gress. It is said by some that if such
a session was called the -organization
of congress could be effected by June
and an adjournment then taken un--til
December, when congress would be
all ready to take up the - important
financial questions which aro liable to
come before it, and some six or eight
weeks of delay will be avoided.
- The next session of the present con
gress, which convenes in December and
ends March 4, is not liable to be a very
Interesting , one, although matters of
some importance are down for consid
eration. The pop gun bills for free su
gar, free coal, free iron ore and free
fencing are still on the calendar of the
senate, and if taken up for action will
probably cause a lively fight. The
bankruptcy bill, the bins for admis
sion of New Mexico and Arizona, the
anti-option bill and the. Nicaragua ca
nal bill are ' also" before the senate.
Free coinage of silver and the Pacific
road bills will also take up some time
in the senate. The bill for the election
of senator directly by the people is
also awaiting action by the senate, as
are bills for the improvement of the
revenue cutter service and toallow na
tional banks to increase their circula
ting notes to the full amount of the
bonds deposited by -such banks as se
curity for their circulation. The-house
on the other hand will -probably have
little to do, as there are no matters of
Importance still awaiting action, auu
outside of the appropriation bills' anu
certain District matters, very little. a
national Importance will be done.
v v - ,. .cAmau,
Mr. William Gay's Move! ild-ai Aboat It
A Flaa Thai Ml(htMk Tsprra Wll
Uugto Have Their TI4.Uloerad
FroTlsloa for at Cheek on City OMoen.
To th Editor of the jooRSAb asdCourisk.
American cities have grown so rapid
ly that our people have found It im
possible to keep pace with them In
devising any adequate laws to meet
growing conditions. For instance, our
town meetings, Softool district meetings
and town government are well enough
for villages, but have no place In mod
ern cities. Present city government
methods are cumbersome, extravagant
and unsatisfactory and without re
sponsible head or check. Everything
seem to be a question of political pull.
In fact, ward politics and organization
elevate small men to great of! Ice.
Who own the city business? The
taxpayers are the owners of this city's
business. Why don't they attend to HT
The answer Is simple. If they attend
the primaries they are outvoted by
machine politicians and people who
give most of their time to politics. They
must either Join the ring or they do
not count. Bo tWey stay away, If they
have fine sensibilities. This is a very
deplorable condition. . They are too
busy with their private business to be
always fighting rings, and until the
rings abuse their power to an extra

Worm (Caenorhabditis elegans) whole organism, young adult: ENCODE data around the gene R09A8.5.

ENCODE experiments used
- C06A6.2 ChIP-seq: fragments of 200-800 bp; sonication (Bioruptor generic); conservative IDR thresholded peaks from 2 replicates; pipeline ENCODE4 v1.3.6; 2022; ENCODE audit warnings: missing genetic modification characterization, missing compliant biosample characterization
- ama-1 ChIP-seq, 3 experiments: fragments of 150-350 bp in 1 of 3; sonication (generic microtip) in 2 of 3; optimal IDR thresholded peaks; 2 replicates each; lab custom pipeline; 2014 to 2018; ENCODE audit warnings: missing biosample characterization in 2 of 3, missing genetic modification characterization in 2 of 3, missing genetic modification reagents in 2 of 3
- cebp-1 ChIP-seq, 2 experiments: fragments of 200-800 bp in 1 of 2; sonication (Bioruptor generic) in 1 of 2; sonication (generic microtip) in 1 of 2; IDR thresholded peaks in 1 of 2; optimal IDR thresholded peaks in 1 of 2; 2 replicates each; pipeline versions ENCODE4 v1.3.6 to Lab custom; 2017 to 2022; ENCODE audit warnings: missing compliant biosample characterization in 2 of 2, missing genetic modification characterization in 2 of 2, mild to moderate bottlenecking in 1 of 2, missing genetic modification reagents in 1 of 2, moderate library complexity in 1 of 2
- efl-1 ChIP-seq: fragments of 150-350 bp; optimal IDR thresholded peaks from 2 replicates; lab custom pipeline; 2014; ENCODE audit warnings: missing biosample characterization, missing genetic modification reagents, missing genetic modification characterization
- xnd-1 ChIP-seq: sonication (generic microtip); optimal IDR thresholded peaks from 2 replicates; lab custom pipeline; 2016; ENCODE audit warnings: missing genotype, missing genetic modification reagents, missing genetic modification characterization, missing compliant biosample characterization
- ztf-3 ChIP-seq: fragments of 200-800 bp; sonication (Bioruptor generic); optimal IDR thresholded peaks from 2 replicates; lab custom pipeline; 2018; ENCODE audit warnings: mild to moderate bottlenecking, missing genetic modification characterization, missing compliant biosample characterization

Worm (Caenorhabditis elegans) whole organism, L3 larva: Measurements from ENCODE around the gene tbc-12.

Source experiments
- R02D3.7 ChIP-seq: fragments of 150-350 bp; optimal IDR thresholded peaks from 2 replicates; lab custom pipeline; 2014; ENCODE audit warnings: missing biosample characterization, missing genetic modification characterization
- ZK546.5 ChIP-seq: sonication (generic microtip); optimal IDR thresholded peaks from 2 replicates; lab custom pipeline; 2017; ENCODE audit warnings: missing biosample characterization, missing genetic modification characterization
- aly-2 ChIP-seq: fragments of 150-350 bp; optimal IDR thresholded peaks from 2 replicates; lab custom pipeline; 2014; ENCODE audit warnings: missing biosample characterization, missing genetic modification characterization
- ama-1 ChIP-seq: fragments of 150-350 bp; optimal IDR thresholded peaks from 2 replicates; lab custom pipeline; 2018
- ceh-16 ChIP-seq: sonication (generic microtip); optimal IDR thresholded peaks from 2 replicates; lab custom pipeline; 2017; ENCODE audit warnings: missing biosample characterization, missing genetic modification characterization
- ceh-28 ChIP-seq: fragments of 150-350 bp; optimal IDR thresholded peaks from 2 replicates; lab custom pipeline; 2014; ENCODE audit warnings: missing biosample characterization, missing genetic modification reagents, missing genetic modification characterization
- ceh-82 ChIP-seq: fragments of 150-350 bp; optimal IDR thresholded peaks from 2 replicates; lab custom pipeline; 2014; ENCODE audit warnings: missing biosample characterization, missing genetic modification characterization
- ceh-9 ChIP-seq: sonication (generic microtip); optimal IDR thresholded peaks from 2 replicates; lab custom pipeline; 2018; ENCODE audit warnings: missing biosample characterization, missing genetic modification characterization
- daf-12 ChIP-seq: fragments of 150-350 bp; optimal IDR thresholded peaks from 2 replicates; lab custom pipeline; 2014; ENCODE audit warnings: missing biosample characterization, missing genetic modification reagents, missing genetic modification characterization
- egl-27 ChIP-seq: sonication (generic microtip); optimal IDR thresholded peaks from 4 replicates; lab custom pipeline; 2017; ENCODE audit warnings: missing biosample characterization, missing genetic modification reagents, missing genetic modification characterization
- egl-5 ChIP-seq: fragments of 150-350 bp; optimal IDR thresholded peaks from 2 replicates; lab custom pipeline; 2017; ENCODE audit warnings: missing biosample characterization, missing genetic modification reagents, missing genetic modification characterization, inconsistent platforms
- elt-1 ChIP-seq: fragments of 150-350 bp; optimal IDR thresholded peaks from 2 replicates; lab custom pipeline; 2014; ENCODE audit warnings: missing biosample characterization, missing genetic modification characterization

ordinary extent, they are tolerated,
then the taxpayers wake up and over
throw the rings. But new rings are
formed and they come into power
again and again, (perhaps under a new
name), no matter how often they are
overthrown and so it is a constant bat
tle. I desire to do away with this con
dition and constant war of trying to
keep the dishonorable . from electing
themselves to honorable positions, and
voting away the taxpayers' money. It
has become very rare that a man hold
ing a political office any longer com
mands the respect of the community.
The remedy is simple and .easily
put into execution. Let the charter
contain a clause establishing "The
Taxpayers' Protective Committee of
One Hundred." This committee must
be strictly non-partisan, and inde
pendent of any political power.
Therefore it is not to be appointed or
elected. It is not to be administra
tive nor legislative, but It shall be a
check on those two bodies. This com
mittee shall by right consist of the
one hundred citizens whom the records
show paid the largest tax on the pre
vious tax list, and it shall be com
pulsory on the assessors and tax col
lector to furnish a certificate to each
of said one hundred heaviest taxpayers,
and said certificate shall be counter
signed by the county clerk or clerk of
records or other competent authority,
and said certificate shall empower them
to act on said committee.
They shall be vested with power to
organize, elect an executive commit
tee or a commissioner if they deem
best, with power to examine all depart
ments, officials or clerks and hold them
to an accounting for tfhielr acts, review,
criticize, report and recommend from
time to time (at least quarterly) to the
taxpayers such, information and action
as the committee of one hundred deem
for the best interests of the taxpayers.
This committee to act as a check en
tirely for the welfare of the city and
represent the taxpayers only, said